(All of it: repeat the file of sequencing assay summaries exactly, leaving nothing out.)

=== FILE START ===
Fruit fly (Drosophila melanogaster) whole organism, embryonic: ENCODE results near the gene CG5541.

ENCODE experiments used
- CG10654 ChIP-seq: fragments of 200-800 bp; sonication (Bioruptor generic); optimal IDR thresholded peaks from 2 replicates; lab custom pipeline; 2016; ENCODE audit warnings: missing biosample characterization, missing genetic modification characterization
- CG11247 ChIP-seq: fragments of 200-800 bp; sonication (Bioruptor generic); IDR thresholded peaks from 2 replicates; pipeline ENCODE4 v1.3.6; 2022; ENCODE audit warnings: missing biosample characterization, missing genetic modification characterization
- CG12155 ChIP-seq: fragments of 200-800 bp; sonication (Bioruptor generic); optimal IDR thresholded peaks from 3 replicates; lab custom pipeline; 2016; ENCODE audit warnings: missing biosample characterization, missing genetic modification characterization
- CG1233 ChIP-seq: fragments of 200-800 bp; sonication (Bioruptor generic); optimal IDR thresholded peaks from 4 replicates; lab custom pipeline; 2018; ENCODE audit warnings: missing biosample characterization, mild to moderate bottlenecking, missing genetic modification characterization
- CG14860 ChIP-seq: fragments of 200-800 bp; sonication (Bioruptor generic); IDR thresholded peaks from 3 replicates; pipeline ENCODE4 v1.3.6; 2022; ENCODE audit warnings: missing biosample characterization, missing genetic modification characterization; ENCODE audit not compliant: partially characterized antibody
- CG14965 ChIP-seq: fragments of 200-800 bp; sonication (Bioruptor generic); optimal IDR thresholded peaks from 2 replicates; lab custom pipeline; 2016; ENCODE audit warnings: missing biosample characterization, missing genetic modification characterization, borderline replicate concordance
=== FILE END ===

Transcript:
Fruit fly (Drosophila melanogaster) whole organism, embryonic: ENCODE results near the gene CG5541.

ENCODE experiments used
- CG10654 ChIP-seq: fragments of 200-800 bp; sonication (Bioruptor generic); optimal IDR thresholded peaks from 2 replicates; lab custom pipeline; 2016; ENCODE audit warnings: missing biosample characterization, missing genetic modification characterization
- CG11247 ChIP-seq: fragments of 200-800 bp; sonication (Bioruptor generic); IDR thresholded peaks from 2 replicates; pipeline ENCODE4 v1.3.6; 2022; ENCODE audit warnings: missing biosample characterization, missing genetic modification characterization
- CG12155 ChIP-seq: fragments of 200-800 bp; sonication (Bioruptor generic); optimal IDR thresholded peaks from 3 replicates; lab custom pipeline; 2016; ENCODE audit warnings: missing biosample characterization, missing genetic modification characterization
- CG1233 ChIP-seq: fragments of 200-800 bp; sonication (Bioruptor generic); optimal IDR thresholded peaks from 4 replicates; lab custom pipeline; 2018; ENCODE audit warnings: missing biosample characterization, mild to moderate bottlenecking, missing genetic modification characterization
- CG14860 ChIP-seq: fragments of 200-800 bp; sonication (Bioruptor generic); IDR thresholded peaks from 3 replicates; pipeline ENCODE4 v1.3.6; 2022; ENCODE audit warnings: missing biosample characterization, missing genetic modification characterization; ENCODE audit not compliant: partially characterized antibody
- CG14965 ChIP-seq: fragments of 200-800 bp; sonication (Bioruptor generic); optimal IDR thresholded peaks from 2 replicates; lab custom pipeline; 2016; ENCODE audit warnings: missing biosample characterization, missing genetic modification characterization, borderline replicate concordance